Here it is a little of summary of Moussa talk.

Roger was mainly concerned with agricultural catchments, and their peculiarities. There were two or three themes to enlighten:

- agricultural catchment derives from a deep intervention of the natural hydrography, and this obviously affects the hydrological response. In one of his paper he does some virtual experiments in which he compares the hydrologic response of the real catchment with the supposed natural one.

- the variation of hydraulic properties of soil after tillage, and in general, after the agricultural practice. - the role of vegetation, epitomized by a banano cultivation, in preferential collecting the rainfall.

Here it is the abstract of Roger's seminar:

**Model calibration and analysis of model performance :Case of distributed hydrological modelling of flood events from the plot to the catchment scale**.

"During the last decades, flood events which occurred in the Mediterranean zone are a major threat to human life and infrastructures. This situation handicaps development, necessitating the use of modeling approaches for prediction of sites prone to flooding, planning of damage minimization activities, and for environmental prediction of the impact on runoff, erosion and pollutant transport. Moreover, hydrological processes are largely variable in space due to human impact in agricultural and urban zones, causing hydrological discontinuities such as channels, field limits, drains, and tillage practices. MHYDAS (Modélisation HYdrologique Distribuée des AgroSystèmes / Distributed Hydrological Modelling of AgroSystems), a physically based distributed hydrological model, was especially developed to model flood events taking into account hydrological discontinuities. Application cases are shown on catchments from the plot scale (1000 m²) to large scales (2000 km²) in various agro-hydro-climatic conditions : i) to assess the optimal subdivision into sub-catchments for distributed hydrological modeling applications; ii) to study the spatio-temporal distribution of rainfall and the soil hydrodynamic properties; iii) to define a parameterisation strategy, and to compare various multi-objective functions and analyze the significance of well-known criteria functions."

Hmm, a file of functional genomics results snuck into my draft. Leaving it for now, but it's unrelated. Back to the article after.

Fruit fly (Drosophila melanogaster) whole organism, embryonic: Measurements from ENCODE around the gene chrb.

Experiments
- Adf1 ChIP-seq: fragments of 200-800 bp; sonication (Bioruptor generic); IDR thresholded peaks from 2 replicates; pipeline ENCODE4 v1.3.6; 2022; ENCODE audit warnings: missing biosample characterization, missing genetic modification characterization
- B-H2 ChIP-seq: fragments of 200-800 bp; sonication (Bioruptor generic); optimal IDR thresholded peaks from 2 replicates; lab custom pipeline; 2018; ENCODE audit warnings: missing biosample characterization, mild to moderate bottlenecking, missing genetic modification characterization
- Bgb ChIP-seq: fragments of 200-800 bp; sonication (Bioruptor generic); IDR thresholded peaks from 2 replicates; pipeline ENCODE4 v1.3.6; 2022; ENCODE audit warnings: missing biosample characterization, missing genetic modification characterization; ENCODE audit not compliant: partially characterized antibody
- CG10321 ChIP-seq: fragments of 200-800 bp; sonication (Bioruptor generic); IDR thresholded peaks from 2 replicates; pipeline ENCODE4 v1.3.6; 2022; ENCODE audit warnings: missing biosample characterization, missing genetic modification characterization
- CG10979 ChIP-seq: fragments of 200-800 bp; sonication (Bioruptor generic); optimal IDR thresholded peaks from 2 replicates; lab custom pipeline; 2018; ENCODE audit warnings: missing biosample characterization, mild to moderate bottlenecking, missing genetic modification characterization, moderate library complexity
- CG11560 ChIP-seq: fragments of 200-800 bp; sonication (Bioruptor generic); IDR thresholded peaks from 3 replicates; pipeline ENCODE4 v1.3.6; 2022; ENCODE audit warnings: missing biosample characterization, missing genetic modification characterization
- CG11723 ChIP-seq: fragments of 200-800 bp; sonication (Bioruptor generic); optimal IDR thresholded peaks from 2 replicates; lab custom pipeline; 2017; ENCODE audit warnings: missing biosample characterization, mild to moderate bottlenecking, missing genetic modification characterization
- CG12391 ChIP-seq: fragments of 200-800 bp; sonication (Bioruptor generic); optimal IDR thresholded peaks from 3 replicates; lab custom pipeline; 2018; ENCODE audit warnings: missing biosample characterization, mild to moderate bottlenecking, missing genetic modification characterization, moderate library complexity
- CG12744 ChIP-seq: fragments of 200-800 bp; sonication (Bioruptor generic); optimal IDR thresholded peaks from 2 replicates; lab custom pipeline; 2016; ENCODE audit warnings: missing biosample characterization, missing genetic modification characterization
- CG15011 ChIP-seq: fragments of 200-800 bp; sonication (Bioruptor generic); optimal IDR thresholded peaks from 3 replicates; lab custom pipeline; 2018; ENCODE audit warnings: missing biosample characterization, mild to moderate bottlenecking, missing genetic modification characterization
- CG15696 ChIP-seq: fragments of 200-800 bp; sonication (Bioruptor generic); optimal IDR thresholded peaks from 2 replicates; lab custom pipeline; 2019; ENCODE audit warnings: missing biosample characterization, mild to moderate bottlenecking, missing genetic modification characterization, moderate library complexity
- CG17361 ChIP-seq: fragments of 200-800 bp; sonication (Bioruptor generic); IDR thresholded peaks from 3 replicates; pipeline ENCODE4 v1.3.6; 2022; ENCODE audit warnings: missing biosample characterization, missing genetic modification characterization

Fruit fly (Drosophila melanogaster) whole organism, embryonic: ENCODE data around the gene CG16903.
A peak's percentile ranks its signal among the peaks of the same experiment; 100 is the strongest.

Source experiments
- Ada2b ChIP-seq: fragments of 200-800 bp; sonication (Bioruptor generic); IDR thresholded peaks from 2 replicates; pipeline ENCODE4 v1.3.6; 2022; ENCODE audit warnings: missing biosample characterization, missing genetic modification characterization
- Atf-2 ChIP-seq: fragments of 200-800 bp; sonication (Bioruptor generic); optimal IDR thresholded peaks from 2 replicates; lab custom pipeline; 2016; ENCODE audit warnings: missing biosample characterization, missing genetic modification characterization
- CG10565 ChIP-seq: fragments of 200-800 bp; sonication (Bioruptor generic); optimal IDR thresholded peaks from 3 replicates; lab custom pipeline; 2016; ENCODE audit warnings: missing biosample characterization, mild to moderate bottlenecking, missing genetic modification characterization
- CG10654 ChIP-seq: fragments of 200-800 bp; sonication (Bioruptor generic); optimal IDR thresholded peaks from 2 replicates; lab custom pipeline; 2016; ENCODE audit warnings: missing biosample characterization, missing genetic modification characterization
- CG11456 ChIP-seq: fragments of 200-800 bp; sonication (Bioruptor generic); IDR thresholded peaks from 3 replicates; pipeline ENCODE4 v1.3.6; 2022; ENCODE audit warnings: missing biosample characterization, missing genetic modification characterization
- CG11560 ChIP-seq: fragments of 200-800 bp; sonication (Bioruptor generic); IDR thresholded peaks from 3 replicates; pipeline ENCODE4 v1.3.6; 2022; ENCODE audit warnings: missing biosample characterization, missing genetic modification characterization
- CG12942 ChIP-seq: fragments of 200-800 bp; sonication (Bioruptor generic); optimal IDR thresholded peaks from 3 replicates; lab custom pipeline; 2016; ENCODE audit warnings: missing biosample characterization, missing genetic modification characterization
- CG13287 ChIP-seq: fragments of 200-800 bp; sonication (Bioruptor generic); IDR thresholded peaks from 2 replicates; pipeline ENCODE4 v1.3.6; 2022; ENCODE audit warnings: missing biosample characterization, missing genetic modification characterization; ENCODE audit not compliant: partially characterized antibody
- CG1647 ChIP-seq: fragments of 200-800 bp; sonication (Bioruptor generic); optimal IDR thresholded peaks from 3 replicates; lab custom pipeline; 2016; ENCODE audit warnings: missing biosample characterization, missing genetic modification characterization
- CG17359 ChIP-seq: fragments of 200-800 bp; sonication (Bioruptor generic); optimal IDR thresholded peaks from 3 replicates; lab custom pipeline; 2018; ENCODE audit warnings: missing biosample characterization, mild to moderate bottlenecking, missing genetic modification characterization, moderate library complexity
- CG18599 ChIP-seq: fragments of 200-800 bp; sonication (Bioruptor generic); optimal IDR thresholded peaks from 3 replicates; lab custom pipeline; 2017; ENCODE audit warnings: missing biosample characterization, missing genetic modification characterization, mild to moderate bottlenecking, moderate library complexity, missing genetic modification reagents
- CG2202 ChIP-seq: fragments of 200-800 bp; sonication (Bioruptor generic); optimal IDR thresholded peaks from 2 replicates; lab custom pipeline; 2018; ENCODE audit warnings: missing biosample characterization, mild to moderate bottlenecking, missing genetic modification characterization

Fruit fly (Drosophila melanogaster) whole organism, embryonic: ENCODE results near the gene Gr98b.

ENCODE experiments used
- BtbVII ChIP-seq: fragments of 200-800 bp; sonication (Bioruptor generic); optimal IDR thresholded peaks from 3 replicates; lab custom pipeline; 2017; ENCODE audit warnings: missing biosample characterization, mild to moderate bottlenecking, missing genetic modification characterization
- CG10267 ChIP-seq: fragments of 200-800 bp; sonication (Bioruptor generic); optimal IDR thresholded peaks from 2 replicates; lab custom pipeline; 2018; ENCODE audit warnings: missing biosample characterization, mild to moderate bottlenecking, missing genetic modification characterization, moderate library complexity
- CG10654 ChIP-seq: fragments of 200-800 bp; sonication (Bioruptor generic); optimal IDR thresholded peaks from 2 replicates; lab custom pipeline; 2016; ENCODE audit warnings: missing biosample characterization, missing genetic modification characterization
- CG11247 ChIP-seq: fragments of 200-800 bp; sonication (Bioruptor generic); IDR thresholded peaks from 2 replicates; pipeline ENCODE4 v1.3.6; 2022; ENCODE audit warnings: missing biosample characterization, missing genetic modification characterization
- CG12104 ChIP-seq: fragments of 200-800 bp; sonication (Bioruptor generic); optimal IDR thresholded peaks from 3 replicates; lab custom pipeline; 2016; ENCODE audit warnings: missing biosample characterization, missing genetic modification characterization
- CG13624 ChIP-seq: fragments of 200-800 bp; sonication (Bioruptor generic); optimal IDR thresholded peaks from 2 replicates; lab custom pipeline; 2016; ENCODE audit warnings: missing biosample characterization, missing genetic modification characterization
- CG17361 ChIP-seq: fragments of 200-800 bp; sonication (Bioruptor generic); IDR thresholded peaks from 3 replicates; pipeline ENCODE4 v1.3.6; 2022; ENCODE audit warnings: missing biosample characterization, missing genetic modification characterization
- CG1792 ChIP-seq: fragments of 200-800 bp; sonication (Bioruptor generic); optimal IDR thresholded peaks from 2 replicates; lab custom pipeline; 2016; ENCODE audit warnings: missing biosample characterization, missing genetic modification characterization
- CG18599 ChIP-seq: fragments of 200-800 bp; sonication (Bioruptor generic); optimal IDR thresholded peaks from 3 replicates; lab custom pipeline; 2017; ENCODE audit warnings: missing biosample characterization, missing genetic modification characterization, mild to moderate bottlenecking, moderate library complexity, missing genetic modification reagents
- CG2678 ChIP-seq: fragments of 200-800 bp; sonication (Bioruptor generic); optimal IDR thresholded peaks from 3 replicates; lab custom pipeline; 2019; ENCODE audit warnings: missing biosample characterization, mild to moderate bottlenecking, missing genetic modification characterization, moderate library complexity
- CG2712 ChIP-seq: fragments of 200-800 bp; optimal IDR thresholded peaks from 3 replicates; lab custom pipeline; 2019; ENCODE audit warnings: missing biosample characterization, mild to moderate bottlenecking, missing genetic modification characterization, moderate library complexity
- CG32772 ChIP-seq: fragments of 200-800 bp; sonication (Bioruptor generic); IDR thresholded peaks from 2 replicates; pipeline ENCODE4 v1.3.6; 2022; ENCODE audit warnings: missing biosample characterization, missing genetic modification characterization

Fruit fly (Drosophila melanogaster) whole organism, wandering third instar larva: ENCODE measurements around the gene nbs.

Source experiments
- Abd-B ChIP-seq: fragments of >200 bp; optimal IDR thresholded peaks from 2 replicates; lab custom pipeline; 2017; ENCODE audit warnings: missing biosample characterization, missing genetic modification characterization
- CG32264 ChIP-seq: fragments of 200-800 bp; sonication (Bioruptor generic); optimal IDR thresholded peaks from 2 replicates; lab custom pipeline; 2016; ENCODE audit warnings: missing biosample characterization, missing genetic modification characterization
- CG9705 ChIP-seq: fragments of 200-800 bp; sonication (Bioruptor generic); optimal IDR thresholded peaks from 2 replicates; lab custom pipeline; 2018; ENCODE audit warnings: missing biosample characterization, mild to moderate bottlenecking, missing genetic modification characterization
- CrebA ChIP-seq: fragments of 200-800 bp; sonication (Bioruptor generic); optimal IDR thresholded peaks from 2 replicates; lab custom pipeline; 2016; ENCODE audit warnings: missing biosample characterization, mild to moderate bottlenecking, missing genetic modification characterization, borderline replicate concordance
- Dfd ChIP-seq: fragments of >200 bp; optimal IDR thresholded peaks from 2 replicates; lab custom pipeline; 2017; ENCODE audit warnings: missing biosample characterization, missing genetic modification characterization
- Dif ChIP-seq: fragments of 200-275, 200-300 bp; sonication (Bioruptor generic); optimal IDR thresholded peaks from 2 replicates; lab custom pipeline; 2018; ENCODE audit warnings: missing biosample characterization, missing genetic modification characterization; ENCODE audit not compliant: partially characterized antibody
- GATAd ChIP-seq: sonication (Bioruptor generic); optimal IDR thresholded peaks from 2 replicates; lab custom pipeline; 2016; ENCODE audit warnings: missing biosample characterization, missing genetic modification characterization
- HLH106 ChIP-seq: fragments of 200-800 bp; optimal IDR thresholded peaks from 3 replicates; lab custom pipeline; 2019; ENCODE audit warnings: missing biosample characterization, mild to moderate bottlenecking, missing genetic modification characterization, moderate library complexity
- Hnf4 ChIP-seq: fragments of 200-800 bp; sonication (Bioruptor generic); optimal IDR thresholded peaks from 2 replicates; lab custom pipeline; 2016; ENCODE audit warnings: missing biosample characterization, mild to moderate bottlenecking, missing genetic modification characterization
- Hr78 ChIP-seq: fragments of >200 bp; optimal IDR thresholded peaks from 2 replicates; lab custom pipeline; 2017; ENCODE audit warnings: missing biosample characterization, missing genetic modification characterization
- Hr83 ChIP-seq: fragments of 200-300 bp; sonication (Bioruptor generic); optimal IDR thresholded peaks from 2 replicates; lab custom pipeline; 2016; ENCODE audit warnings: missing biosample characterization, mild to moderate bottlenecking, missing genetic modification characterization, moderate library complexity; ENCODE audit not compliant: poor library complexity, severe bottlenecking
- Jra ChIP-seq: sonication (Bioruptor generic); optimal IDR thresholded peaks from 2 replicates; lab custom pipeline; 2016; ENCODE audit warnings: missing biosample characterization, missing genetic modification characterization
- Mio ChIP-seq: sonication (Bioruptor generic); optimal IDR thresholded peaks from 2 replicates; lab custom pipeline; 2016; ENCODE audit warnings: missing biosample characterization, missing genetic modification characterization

With Roger we actually discussed a little more about other issues regarding the topic of comparing data and simulations. Some

**considerations**derived:

- Discharge data ata should always be checked independently from the outcomes of the model. To verify their correlation structure, and their statistics, i.e. lag times (discharges from rainfall), centroids, time to peak, volumes, runoff coefficients, etc.

- Be conscious of which data you really use, and distinguish model also for their use of data: do they use vegetation information ? Soil information ? What is really distributed in your catchment data set ?

- Do not use excess of distributed information that you cannot justify.

- Keep in mind which are the objective of your modeling. Improving discharge prediction ? Improving calibration methods ? What else ?

- Do not give for granted that the first period in a data set is the calibration one. Sometimes invert calibration and validation !!!

- Always use objective indicator of godness of fit (GOF): but be aware that they can hide some important features, and the best GOFs performances not always means a bette prediction (Roger has a paper on it).